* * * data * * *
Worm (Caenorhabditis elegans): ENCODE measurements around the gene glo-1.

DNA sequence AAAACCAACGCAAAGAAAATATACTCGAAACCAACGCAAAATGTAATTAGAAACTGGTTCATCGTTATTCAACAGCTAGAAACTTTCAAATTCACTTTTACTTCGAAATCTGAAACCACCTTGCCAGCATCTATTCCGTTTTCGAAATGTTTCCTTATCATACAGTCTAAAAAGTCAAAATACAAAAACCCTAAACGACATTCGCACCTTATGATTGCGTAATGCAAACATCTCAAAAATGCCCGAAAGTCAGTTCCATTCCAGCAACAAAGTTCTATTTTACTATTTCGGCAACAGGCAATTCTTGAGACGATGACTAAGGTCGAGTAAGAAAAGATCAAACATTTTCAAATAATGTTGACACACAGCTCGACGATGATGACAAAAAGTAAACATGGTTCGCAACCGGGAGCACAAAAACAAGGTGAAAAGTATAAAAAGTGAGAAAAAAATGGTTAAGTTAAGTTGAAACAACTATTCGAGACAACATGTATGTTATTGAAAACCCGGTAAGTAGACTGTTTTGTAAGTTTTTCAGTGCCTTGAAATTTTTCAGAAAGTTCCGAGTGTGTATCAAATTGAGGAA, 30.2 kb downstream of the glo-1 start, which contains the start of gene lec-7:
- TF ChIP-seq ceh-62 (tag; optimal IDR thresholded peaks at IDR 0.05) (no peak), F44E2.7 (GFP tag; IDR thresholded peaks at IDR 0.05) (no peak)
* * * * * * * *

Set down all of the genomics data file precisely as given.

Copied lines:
Worm (Caenorhabditis elegans): ENCODE measurements around the gene glo-1.

DNA sequence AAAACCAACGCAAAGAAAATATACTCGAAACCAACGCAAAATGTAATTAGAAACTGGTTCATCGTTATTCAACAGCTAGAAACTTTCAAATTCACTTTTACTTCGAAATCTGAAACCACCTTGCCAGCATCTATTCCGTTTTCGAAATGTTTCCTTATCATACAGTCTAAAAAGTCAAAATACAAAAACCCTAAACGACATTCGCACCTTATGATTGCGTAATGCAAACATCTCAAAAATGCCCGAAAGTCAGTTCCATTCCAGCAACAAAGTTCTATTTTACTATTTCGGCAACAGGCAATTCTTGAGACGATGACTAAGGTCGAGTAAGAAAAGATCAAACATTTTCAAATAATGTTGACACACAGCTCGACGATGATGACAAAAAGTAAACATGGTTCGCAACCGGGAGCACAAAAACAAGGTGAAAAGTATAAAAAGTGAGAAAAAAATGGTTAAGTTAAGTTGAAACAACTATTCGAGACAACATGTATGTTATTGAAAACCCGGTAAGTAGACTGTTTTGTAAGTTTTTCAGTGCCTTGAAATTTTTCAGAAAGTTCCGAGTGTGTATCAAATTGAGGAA, 30.2 kb downstream of the glo-1 start, which contains the start of gene lec-7:
- TF ChIP-seq ceh-62 (tag; optimal IDR thresholded peaks at IDR 0.05) (no peak), F44E2.7 (GFP tag; IDR thresholded peaks at IDR 0.05) (no peak)